James Fotis, President
James J. Fotis has a long career of experience as an informed, decisive leader and an analytical, proactive problem solver. He served more than twenty-three years as the Executive Director of the Law Enforcement Alliance of America (LEAA); an association of law enforcement officers, crime victims and concerned citizens. During his tenure, LEAA became a serious influence in the law enforcement community, on Capitol Hill, and within the Executive Branch of government. Mr. Fotis appeared on hundreds of TV and radio programs as a commentator on sensitive issues ranging from gun control to international terrorism. James J. Fotis was the impetus behind “the Police Officers Safety Act (more commonly known as HR218)”, which he wrote, in 1993 and had sponsored by Representatives, Duke Cunningham (R, California) and Ralph Hall (D, Texas). HR 218 was signed into law by President Bush in July, 2004.
After leaving LEAA on a full time basis, he became a consultant with Federal Legislative Associates, representing emerging countries from Central Asia. Mr. Fotis served for fourteen years as a Police Officer for the Lynbrook, New York Police Department, retiring as the highest decorated officer in department’s history. He earned the equivalent of EMT training and became an expert in crisis management and intervention. Mr. Fotis holds a Master’s Degree in Professional Studies accentuated by Industrial Psychology and a Bachelor’s Degree in Behavioural Science/ Criminal Justice. He served three years in the military, leaving the Army as a disabled Veteran.
Christopher Day, Vice President/Secretary
Christopher M. Day is an experienced trial attorney, having litigated a broad variety of cases in Virginia and throughout the country. He specializes in a broad variety of civil litigation subjects, including personal injury, defamation, complex business disputes, whistleblower cases, victims’ rights, workers compensation, and employment, He also has an extensive criminal defense practice.
Mr. Day has practiced with Virginia litigation boutique firms since 1999. Prior to that, he served as the Assistant Attorney General for Northern Virginia for four years, representing the Commonwealth of Virginia in both state and federal courts. Before that, Mr. Day held a clerkship with the Honorable Bruce C. Levine at the Commodities Futures Trading Commission in Washington, D.C. As an adjunct professor at Georgetown University, Mr. Day has taught Torts and Advanced Litigation. He also instructs other attorneys in the law governing personal injury, workers’ compensation, and victim’s rights.
Mr. Day holds a Juris Doctorate from George Mason University School of Law, where he served as a student editor for the Letter of Credit Update. He is a 1991 graduate of Michigan State University, with a Bachelor of Arts degree in financial administration. Mr. Day is an active member of the Virginia Bar and is admitted to practice in all the courts of the Commonwealth, as well as the United States District Court for the Eastern District of Virginia, and the United States Supreme Court. He is a member of the Fairfax, Loudoun and Arlington County Bar Associations, as well as the National Center for Victims of Crime Bar Association.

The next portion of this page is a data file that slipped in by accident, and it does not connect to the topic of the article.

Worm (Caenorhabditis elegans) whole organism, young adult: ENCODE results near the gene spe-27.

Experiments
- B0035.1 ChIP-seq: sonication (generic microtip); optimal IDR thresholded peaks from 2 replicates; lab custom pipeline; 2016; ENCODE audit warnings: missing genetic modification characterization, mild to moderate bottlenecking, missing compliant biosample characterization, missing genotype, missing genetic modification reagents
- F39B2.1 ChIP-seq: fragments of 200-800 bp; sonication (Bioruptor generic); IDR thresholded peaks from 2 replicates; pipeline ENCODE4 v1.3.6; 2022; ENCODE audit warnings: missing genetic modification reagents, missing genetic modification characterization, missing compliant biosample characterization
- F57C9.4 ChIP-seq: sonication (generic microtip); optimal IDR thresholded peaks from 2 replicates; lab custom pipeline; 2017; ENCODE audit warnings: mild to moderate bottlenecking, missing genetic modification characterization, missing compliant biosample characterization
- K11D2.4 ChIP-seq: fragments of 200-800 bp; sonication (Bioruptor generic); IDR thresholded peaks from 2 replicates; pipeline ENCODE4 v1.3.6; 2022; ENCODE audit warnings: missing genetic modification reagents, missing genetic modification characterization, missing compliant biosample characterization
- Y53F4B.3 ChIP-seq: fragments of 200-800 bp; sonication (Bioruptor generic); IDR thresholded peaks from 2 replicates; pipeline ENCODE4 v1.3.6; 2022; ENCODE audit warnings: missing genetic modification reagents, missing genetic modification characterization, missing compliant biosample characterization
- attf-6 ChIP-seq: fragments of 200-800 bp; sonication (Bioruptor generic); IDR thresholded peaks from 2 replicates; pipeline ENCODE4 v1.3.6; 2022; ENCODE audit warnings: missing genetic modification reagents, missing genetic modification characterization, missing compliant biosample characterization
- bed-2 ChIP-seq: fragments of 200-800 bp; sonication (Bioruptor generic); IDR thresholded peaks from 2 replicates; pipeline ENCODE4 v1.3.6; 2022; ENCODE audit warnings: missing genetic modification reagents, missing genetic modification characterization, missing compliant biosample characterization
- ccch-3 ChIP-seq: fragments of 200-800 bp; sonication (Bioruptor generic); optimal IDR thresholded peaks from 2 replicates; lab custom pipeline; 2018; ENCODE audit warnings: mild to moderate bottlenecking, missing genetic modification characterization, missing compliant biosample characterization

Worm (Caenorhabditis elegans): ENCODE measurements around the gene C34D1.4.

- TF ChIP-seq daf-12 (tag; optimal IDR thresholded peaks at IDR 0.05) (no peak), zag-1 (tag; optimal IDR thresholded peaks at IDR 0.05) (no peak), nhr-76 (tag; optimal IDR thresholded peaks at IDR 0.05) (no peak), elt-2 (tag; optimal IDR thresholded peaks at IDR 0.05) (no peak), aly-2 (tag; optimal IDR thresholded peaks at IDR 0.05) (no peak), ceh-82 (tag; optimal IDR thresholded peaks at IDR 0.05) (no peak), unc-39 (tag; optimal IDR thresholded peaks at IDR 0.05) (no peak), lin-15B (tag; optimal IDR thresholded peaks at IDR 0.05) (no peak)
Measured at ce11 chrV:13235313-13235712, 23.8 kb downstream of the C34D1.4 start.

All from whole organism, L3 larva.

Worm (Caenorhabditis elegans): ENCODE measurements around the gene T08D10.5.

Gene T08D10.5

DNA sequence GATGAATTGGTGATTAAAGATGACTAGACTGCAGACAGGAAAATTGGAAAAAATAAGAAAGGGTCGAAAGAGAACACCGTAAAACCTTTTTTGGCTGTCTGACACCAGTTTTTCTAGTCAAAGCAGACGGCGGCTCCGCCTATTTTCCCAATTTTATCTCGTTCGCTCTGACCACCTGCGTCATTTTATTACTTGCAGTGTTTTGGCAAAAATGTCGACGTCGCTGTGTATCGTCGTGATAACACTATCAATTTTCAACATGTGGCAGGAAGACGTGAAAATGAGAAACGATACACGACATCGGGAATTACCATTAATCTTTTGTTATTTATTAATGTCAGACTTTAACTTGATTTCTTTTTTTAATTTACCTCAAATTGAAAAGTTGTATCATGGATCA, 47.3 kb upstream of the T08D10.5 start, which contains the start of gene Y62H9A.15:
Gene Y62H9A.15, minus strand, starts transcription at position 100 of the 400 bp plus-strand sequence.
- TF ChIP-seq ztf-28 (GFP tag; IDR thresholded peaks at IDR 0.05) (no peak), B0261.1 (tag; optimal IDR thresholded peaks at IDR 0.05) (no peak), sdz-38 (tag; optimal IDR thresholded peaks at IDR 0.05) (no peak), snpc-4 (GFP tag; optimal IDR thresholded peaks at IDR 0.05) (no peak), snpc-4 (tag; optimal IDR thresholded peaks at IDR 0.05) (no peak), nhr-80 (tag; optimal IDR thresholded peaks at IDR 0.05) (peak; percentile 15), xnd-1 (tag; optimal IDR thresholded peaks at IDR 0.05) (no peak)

Mr. Day lives in Oakton, Virginia with his wife of 25 years, three children, and a dog.
Bert Eyler, Treasurer
Bert Eyler has dedicated his life to serving our country. He joined the US Marine Corp in 1988-1992 and as a Marine Embassy Guard where he got to see the world and realized that America was unique and the best country on earth. Then he decided to protect and serve once again, and after moving from Sheriff’s Department to Police Department, he settled down at the Prince William County, Virginia, Police Department in 1998. As of July 1, 2020, Bert Eyler retired holding the Rank of Master Police Officer. Bert had an exemplary record and was awarded two departmental Awards for Valor, a Virginia Public Safety Foundation Award for Valor and a Certificate of Valor from the Prince William Regional Chamber of Commerce. His awards stem from his bravery in the take down of a person armed with an AK7 who became a threat to the community.
Since 2014, Bert had held one of the most rewarding but stress filled positions on the Prince William County Police Department as the School Resource Officer at a local high school. On his off hours he dedicates his time to his wife and three children and also serves as Vice President/Treasurer of National Center for Police Defense, Inc. a nonprofit organization dedicated to helping police officers from the very system that they protect and serve, when it turns against them.